In July, the USPTO published a Notice seeking comments on the state of US patent eligibility jurisprudence—i.e., the impact of § 101 case law post Alice and Mayo—in preparation for a report to Congress. The USPTO sought feedback on the real-world impact of recent trends in patent eligibility jurisprudence on investment and innovation in areas such as quantum computing, artificial intelligence, precision medicine, diagnostic methods, and pharmaceutical treatments. The questions posed sought feedback regarding personal observations and experience with the current jurisprudence, as well as the impact of subject matter eligibility on the United States’ domestic economy and global strength in the marketplace.
Over 140 submissions were received from a broad range of commenters including inventors, patent owners, private companies, academic and research institutions, intellectual property organizations, and advocacy groups. While a more comprehensive overview of the comments is underway, it is clear that the public is divided on the issue.
The solicitation of public comments has largely been driven by industry leaders like IBM, which, for example, asserts that the “[c]urrent patent eligibility jurisprudence creates significant uncertainty for businesses that innovate in the field of information technology.” IBM argues that this uncertainty has had a negative impact on patent litigation, noting that “[d]ue to the ambiguous nature of the eligibility requirements, most defendants can present a legal argument without the need for any evidentiary support . . . . rais[ing] the costs of litigation.” These concerns have been echoed throughout the industry, including members of Congress, federal judges, and even by the former director of the USPTO, Andrei Iancu, who posits that the current state of the law on patentable subject matter “has created a more unpredictable patent landscape that is hurting innovation and, consequently, investment and job creation.”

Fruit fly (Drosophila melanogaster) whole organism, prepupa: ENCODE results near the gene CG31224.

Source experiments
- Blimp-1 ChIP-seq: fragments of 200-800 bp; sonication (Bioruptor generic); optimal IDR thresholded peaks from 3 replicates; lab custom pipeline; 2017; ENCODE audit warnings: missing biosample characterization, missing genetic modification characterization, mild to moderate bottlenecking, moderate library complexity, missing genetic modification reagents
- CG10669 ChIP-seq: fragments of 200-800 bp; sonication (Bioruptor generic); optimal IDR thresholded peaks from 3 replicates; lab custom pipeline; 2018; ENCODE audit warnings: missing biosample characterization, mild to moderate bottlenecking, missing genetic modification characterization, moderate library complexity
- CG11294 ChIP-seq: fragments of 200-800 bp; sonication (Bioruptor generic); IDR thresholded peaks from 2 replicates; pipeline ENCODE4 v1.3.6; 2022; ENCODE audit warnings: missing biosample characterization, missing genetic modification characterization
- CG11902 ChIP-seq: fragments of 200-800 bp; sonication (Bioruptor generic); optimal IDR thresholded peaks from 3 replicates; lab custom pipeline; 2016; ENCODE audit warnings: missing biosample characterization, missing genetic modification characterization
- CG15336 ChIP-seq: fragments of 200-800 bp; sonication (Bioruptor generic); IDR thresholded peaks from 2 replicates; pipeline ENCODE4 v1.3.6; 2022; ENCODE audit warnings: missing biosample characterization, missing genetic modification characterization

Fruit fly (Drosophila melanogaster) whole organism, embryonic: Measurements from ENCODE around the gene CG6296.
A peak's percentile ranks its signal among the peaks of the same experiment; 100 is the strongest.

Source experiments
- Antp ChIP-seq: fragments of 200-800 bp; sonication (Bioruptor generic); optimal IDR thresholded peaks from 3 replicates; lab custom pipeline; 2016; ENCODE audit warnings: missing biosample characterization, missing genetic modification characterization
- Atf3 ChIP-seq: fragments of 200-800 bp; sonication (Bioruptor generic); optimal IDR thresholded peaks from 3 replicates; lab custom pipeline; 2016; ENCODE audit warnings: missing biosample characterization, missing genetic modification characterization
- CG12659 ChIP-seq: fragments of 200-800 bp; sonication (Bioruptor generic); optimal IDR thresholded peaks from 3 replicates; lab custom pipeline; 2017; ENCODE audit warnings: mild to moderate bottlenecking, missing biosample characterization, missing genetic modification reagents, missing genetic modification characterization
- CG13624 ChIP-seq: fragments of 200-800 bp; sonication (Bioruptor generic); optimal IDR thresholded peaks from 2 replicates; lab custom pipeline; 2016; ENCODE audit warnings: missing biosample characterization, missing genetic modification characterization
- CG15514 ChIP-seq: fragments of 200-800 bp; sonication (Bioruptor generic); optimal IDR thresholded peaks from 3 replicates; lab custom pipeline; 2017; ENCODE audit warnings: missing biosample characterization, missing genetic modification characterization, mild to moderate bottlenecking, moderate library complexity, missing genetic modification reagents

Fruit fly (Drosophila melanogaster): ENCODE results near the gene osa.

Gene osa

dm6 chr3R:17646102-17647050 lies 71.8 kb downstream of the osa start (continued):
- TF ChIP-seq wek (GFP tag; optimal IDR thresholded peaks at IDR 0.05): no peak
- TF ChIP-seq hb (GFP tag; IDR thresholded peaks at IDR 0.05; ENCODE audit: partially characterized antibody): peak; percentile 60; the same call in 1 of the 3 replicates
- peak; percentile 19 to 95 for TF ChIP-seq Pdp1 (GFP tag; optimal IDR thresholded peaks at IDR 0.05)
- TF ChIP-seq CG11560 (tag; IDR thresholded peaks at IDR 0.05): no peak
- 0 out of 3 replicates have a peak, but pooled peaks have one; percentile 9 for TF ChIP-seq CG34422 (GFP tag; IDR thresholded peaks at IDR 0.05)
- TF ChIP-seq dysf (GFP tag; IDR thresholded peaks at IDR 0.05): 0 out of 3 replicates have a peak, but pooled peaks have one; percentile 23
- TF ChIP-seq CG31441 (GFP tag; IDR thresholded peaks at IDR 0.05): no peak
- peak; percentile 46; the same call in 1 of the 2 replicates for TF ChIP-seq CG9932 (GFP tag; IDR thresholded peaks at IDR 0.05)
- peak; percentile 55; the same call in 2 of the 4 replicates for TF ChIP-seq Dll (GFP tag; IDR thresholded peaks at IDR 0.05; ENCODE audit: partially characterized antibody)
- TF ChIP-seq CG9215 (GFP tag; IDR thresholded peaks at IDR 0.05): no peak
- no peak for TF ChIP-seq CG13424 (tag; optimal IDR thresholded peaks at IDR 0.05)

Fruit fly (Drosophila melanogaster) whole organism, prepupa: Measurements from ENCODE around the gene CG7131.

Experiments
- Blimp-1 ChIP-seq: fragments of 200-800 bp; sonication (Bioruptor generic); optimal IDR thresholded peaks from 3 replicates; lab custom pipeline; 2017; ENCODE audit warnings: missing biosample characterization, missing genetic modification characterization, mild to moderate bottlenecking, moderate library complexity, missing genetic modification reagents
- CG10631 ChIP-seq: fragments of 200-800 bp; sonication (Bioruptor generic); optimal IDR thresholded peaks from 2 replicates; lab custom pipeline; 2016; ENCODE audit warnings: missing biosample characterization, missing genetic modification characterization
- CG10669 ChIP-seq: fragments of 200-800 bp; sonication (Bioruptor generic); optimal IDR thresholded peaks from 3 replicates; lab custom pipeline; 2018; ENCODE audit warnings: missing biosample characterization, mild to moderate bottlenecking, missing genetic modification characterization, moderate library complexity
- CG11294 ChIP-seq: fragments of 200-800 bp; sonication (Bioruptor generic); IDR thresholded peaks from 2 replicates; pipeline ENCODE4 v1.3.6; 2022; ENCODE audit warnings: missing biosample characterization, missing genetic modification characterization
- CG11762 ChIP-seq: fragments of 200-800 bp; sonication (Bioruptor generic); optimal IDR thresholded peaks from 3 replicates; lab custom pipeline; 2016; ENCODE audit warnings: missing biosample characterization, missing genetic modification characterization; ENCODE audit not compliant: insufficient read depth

Moreover, the collective comments from professional organizations and associations contend that § 101 jurisprudence is “out of step with the approach of other major patent jurisdictions in the world [and that t]his disparity creates an artificial incentive for global businesses to alter both where they conduct their R&D and where they offer their products for sale.” ABA IP Section. For example, commenters in the pharmaceutical industry foresee significant issues with the current state of the law as applied to precision medicine, cell and gene therapies, certain types of biologics, and digital health, noting that these expanding areas of technology may prove difficult to patent under § 101. The commenters note that some of the most important developments in medicine risk losing patent protection because they are deliberately closer to nature or harness natural processes to treat or prevent disease. While these new treatments risk losing patent protection in the US under the current state of the law, the commenters have noted that the EPO, Japan, and China, may provide more protection to innovators and thus could lead to the US falling behind in the global marketplace for innovation.
However, the public opinion is far from uniform. Indeed, numerous industry leaders urge the USPTO to ignore the public outcry to reverse the current state of the law, with Google arguing that Alice has acted as a “forcing function” for the filing of better patent applications and the reduction of patents that “do not cover actual technology.” Additionally, the commenters observed that after the Supreme Court invalidated patents on naturally occurring DNA in Association for Molecular Pathology v. Myriad Genetics, Inc., innovation in the area of gene discovery and diagnostic treatment has actually increased. According to the Coalition for the Life Sciences, an Advocacy and Public Policy group based in Rockville, Maryland, investment in genomics increased almost three-fold in the five-year period after Myriad was decided. With this increased investment has also come increased competition, which has drastically reduced the cost of genetic testing for BRCA1 and BRCA2 from $3,000 to as low as $249. American College of Pathologists.
With these divided opinions from the public, it seems that there is no clear answer as to what, if anything, the USPTO should advise Congress to do on the state of the law of patent-eligible subject matter. Nixon Peabody LLP will continue to monitor these developments and report back on the future of § 101.
- See comments: Patent Eligibility Jurisprudence Study (July 9, 2021); Request for Information: Patent Eligibility Jurisprudence Study (September 3, 2021).
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- Hon. Andrei Iancu, Keynote Address: “Role of U.S. Policy in Domestic Innovation and Potential Impacts on Investment,” (April 11, 2018).
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